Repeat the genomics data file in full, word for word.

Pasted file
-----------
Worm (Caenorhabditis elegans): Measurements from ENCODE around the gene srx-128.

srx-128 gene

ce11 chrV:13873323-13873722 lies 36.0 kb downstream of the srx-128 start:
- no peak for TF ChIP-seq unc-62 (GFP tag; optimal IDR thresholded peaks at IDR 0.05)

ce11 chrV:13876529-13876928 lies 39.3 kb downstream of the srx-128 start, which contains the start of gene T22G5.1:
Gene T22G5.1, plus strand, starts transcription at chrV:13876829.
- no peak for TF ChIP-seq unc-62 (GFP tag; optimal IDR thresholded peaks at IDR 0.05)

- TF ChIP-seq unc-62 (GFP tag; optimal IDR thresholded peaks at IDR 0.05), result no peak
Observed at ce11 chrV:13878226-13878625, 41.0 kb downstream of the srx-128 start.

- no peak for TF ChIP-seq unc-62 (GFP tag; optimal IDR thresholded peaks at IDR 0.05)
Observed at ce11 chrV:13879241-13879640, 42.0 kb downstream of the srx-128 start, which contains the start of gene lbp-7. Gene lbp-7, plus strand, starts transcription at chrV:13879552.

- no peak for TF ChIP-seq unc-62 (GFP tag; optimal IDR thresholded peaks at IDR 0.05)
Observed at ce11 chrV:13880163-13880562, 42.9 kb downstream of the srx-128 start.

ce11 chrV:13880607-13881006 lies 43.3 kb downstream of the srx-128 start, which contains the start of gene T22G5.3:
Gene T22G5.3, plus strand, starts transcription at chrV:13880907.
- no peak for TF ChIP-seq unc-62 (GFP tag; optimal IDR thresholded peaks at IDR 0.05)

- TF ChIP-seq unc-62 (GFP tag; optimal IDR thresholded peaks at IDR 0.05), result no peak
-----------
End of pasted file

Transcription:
Worm (Caenorhabditis elegans): Measurements from ENCODE around the gene srx-128.

srx-128 gene

ce11 chrV:13873323-13873722 lies 36.0 kb downstream of the srx-128 start:
- no peak for TF ChIP-seq unc-62 (GFP tag; optimal IDR thresholded peaks at IDR 0.05)

ce11 chrV:13876529-13876928 lies 39.3 kb downstream of the srx-128 start, which contains the start of gene T22G5.1:
Gene T22G5.1, plus strand, starts transcription at chrV:13876829.
- no peak for TF ChIP-seq unc-62 (GFP tag; optimal IDR thresholded peaks at IDR 0.05)

- TF ChIP-seq unc-62 (GFP tag; optimal IDR thresholded peaks at IDR 0.05), result no peak
Observed at ce11 chrV:13878226-13878625, 41.0 kb downstream of the srx-128 start.

- no peak for TF ChIP-seq unc-62 (GFP tag; optimal IDR thresholded peaks at IDR 0.05)
Observed at ce11 chrV:13879241-13879640, 42.0 kb downstream of the srx-128 start, which contains the start of gene lbp-7. Gene lbp-7, plus strand, starts transcription at chrV:13879552.

- no peak for TF ChIP-seq unc-62 (GFP tag; optimal IDR thresholded peaks at IDR 0.05)
Observed at ce11 chrV:13880163-13880562, 42.9 kb downstream of the srx-128 start.

ce11 chrV:13880607-13881006 lies 43.3 kb downstream of the srx-128 start, which contains the start of gene T22G5.3:
Gene T22G5.3, plus strand, starts transcription at chrV:13880907.
- no peak for TF ChIP-seq unc-62 (GFP tag; optimal IDR thresholded peaks at IDR 0.05)

- TF ChIP-seq unc-62 (GFP tag; optimal IDR thresholded peaks at IDR 0.05), result no peak